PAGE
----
Massachusetts General Hospital, Boston
Video-based surface imaging for initial setup and continuous monitoring of the patient’s external anatomy can reduce imaging radiation dose
Image guidance continues to play an integral role in radiation therapy. Although radiographic methods (planar MV, planar kV, or 3D CBCT) are most commonly utilized in radiotherapy, applications of video-based surface imaging are increasing. Although, by definition, surface imaging cannot visualize internal anatomy, it does allow for three-dimensional image registration for initial setup and continuous monitoring of the patient’s external anatomy without additional radiation dose1. Surface imaging has been shown to reduce the number of x-rays for patient setup and therefore has the potential to reduce patient imaging dose2. One of the most common applications of surface imaging is motion monitoring and management, especially for deep-inspiration breath hold treatments for breast cancer patients3,4. Increasingly, there is a focus on reducing cardiac dose, and a simple deep inspiration breath-hold (DIBH) technique can increase the separation between the target breast tissue and the heart. Surface imaging can be utilized to both increase the precision of the patient’s initial position, and to verify that the breath hold position is reproducible throughout the patient’s treatment. Initial clinical data from Zagar et al.5 suggest that a surface imaging-based DIBH treatment approach is effective in avoiding early radiation induced cardiac perfusion defects. The use of surface imaging in other motion-monitoring applications is increasingly explored, showing strong correlation with internal tumor motion6,7 and, as hypo-fractionated treatments become more common, surface imaging may play an increasing role in monitoring the patient during stereotactic treatment delivery8.9. A recent case report, furthermore, highlighted the use of surface imaging to avoid anesthesia for a pediatric undergoing palliative radiation therapy10. More recently, surface imaging has been proposed to eliminate permanent patient tattoos, which could be burdensome for some patients, and could even lead to a reduction in setup errors11,12. In summary, three-dimensional surface imaging has emerged as an important complementary tool for image-guided radiotherapy and will likely be increasingly utilized as a tool for patient positioning and monitoring during treatment.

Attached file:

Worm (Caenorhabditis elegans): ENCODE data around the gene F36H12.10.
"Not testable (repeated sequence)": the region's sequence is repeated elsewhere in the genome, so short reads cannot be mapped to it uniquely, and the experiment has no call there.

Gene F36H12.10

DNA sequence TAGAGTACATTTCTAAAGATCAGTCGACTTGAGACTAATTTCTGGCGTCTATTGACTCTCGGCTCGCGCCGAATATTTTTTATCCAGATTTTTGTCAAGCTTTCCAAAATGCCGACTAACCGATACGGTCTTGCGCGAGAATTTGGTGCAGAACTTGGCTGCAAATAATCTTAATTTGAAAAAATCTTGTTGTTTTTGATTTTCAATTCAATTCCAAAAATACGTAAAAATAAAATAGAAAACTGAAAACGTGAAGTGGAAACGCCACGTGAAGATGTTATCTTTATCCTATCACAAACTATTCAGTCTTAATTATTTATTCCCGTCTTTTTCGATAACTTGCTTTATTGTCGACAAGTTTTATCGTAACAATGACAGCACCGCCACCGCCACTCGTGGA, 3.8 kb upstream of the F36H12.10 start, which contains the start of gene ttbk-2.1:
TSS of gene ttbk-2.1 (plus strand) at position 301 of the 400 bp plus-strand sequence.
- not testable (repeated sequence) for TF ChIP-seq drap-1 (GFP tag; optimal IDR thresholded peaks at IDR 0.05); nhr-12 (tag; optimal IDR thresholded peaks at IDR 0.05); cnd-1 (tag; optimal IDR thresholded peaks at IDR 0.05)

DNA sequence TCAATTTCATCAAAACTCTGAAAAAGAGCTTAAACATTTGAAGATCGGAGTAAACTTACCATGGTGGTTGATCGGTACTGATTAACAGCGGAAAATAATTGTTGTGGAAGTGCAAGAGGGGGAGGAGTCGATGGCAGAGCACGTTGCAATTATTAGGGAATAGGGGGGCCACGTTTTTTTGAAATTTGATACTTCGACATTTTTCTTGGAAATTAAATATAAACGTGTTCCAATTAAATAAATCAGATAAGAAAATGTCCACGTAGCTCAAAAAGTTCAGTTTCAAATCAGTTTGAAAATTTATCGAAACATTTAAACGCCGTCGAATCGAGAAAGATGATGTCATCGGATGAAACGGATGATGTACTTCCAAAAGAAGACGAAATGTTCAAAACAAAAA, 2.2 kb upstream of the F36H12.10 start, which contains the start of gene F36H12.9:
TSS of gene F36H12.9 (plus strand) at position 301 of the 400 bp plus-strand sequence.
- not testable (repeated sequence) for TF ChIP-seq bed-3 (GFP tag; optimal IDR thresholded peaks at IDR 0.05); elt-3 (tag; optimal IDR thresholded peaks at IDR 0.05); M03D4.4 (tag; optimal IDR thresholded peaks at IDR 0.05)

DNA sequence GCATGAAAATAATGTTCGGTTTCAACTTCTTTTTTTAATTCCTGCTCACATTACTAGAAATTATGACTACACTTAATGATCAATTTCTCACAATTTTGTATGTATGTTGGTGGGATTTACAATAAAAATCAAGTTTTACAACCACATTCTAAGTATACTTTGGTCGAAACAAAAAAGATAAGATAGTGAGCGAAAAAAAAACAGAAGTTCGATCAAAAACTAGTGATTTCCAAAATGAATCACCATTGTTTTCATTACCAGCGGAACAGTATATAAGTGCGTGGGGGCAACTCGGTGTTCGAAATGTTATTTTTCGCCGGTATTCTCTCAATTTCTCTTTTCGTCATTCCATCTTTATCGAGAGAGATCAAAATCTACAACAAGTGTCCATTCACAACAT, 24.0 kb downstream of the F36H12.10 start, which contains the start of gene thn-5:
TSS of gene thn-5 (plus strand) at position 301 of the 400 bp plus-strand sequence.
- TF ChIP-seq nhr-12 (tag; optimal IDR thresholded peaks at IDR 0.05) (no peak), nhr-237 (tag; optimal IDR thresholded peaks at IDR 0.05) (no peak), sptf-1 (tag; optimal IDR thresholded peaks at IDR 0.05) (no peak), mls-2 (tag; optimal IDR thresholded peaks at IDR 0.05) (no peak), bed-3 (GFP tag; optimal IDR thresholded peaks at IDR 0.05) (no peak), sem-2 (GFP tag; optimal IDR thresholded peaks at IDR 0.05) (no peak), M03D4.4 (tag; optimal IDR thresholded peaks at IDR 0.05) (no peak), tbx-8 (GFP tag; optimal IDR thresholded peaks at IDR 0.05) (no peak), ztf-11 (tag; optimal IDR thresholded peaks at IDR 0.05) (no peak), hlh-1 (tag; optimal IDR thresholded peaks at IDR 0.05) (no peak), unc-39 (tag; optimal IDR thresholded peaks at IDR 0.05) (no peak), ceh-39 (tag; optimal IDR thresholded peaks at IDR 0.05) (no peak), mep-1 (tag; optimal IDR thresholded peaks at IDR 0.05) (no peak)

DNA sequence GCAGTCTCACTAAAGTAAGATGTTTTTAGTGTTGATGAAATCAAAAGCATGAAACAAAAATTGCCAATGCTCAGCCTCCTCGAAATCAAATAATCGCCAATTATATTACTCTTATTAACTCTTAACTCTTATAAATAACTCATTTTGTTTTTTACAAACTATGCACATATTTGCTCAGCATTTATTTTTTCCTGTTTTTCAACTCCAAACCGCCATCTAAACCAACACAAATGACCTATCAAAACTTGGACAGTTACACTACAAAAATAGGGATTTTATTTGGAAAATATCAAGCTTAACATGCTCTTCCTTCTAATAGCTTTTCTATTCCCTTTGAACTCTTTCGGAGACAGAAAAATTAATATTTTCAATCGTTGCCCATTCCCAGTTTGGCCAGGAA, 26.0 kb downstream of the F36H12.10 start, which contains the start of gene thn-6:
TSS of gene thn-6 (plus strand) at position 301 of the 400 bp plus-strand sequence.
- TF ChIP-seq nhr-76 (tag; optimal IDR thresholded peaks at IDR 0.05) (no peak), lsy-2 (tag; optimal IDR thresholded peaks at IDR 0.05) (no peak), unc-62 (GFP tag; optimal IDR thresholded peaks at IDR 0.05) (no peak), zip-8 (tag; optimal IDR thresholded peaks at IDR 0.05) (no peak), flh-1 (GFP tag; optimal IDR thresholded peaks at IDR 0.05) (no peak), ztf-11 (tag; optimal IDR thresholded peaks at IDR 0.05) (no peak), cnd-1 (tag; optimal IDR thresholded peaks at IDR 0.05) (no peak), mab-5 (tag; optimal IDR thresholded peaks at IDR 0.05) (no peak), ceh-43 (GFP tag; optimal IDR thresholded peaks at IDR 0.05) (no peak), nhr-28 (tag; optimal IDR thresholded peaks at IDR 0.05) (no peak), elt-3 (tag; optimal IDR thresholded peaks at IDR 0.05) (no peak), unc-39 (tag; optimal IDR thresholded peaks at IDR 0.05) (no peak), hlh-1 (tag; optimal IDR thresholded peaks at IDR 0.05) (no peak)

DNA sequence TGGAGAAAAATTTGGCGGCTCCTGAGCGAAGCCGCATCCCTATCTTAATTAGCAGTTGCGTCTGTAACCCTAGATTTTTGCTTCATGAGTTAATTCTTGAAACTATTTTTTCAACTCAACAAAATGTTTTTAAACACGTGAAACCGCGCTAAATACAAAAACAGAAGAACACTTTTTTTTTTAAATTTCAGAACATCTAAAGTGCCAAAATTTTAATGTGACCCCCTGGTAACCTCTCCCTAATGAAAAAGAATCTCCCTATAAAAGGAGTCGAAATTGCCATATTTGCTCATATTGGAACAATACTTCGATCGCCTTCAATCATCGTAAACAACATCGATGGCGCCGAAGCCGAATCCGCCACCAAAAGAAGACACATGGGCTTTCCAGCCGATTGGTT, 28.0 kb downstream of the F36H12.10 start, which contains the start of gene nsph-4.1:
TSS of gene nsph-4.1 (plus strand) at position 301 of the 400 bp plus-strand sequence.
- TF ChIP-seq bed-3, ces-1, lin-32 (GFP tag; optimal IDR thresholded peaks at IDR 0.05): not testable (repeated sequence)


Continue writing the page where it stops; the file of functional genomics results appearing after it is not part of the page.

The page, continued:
What are you looking for?